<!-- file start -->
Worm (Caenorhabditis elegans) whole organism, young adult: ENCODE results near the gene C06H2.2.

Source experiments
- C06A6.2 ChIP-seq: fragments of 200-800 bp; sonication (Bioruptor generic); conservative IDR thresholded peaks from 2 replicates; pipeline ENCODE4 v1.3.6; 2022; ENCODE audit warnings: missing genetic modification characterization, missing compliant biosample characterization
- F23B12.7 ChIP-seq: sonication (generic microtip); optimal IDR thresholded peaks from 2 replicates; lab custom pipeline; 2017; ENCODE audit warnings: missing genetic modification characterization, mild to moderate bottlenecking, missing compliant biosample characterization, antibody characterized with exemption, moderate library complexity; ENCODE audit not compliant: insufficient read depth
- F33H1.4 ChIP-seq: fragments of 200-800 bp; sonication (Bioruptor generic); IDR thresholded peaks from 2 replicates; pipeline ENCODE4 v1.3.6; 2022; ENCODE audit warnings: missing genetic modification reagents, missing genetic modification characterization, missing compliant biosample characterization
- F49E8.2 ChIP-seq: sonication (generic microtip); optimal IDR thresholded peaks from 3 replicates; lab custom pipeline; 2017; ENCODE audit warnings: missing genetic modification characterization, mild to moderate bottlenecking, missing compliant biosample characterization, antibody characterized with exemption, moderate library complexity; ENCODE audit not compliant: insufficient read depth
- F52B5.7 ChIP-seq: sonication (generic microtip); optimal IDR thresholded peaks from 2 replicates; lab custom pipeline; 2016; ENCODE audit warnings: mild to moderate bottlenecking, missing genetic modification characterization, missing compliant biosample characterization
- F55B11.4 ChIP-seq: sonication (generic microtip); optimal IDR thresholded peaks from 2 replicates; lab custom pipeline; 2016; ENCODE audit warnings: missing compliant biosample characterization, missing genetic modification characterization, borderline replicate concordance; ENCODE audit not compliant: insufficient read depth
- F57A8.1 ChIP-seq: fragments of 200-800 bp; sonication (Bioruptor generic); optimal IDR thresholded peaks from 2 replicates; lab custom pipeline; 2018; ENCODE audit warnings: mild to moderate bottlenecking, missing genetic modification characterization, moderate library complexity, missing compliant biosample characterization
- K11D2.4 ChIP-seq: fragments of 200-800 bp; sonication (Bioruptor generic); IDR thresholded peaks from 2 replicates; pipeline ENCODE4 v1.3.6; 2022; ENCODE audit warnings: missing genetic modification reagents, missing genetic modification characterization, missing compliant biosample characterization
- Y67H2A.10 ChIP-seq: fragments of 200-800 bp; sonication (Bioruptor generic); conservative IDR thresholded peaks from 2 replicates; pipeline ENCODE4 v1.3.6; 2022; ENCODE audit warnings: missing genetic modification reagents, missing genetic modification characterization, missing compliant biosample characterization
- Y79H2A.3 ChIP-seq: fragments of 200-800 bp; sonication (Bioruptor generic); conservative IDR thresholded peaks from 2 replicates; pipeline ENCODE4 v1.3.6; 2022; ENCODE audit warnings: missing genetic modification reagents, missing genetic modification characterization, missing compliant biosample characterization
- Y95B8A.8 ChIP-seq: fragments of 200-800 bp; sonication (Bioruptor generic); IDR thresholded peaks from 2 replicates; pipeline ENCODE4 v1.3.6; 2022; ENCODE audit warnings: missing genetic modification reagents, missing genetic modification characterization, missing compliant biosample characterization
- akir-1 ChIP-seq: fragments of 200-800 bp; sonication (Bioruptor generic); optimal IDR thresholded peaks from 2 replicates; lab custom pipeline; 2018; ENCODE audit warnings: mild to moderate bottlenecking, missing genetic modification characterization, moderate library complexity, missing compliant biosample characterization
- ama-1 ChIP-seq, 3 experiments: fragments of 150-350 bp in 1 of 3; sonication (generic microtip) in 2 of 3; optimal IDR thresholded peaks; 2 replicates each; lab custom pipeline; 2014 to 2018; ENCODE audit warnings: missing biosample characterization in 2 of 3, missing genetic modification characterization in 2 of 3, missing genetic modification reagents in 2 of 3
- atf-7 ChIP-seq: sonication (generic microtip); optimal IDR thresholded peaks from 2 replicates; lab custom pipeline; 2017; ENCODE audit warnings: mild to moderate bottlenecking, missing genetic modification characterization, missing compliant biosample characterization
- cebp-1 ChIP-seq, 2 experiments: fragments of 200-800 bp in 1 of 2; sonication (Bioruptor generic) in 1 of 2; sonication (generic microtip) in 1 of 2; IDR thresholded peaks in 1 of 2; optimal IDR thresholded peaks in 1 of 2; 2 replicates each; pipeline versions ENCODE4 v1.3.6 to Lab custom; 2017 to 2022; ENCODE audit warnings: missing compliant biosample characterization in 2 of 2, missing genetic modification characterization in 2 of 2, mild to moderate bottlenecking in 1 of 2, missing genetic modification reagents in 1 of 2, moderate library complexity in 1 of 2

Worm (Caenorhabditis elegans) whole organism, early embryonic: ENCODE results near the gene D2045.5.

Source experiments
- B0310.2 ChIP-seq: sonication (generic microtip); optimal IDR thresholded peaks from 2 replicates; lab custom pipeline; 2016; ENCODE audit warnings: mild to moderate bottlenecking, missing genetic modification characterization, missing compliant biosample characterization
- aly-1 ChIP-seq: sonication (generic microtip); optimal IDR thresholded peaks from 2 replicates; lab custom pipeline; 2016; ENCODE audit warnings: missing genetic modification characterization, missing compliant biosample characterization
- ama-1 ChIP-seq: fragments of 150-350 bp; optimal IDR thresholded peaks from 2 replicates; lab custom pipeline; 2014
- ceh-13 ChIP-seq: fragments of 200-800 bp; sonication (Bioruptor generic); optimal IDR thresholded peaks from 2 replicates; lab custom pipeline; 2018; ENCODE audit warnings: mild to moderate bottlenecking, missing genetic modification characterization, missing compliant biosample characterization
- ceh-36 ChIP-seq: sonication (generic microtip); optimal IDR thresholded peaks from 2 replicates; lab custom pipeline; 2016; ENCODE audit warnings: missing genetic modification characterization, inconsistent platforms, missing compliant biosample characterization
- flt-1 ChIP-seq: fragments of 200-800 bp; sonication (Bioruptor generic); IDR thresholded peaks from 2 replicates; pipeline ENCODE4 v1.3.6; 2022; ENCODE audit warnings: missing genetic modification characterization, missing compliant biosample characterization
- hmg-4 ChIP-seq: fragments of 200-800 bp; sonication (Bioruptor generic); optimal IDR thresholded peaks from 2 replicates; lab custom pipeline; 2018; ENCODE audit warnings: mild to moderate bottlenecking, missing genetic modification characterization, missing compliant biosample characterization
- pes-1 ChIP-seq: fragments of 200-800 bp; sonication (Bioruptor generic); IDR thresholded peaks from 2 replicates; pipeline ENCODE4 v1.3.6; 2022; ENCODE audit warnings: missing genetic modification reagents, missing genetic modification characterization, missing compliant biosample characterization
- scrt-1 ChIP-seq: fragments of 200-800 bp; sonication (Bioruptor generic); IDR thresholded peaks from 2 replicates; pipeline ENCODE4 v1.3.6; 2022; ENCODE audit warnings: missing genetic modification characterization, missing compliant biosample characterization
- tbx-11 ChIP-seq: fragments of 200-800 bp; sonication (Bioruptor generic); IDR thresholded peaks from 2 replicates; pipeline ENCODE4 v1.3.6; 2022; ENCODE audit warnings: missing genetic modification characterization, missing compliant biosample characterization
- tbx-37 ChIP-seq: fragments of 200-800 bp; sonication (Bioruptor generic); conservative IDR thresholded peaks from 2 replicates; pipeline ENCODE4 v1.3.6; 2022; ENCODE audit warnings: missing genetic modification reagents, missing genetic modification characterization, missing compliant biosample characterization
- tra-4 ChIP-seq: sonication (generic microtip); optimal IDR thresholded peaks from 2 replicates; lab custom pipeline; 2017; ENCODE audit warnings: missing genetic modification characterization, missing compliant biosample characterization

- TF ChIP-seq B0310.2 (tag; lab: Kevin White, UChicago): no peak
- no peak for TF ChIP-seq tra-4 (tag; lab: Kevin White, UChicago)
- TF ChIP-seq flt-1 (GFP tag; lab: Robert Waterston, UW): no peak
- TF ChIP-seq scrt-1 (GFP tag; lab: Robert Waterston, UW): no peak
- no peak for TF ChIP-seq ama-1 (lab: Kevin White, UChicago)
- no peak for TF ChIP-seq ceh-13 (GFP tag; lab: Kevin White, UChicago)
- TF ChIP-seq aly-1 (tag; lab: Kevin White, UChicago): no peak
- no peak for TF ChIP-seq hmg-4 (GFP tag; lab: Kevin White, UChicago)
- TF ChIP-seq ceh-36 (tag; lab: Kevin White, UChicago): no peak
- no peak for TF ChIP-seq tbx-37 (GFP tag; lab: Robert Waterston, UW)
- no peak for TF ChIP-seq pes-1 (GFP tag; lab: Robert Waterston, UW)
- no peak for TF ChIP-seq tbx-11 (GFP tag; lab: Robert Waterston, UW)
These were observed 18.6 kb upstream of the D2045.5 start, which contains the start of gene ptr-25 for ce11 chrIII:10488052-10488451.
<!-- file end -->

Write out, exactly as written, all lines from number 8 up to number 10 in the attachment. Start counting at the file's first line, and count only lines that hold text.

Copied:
- F55B11.4 ChIP-seq: sonication (generic microtip); optimal IDR thresholded peaks from 2 replicates; lab custom pipeline; 2016; ENCODE audit warnings: missing compliant biosample characterization, missing genetic modification characterization, borderline replicate concordance; ENCODE audit not compliant: insufficient read depth
- F57A8.1 ChIP-seq: fragments of 200-800 bp; sonication (Bioruptor generic); optimal IDR thresholded peaks from 2 replicates; lab custom pipeline; 2018; ENCODE audit warnings: mild to moderate bottlenecking, missing genetic modification characterization, moderate library complexity, missing compliant biosample characterization
- K11D2.4 ChIP-seq: fragments of 200-800 bp; sonication (Bioruptor generic); IDR thresholded peaks from 2 replicates; pipeline ENCODE4 v1.3.6; 2022; ENCODE audit warnings: missing genetic modification reagents, missing genetic modification characterization, missing compliant biosample characterization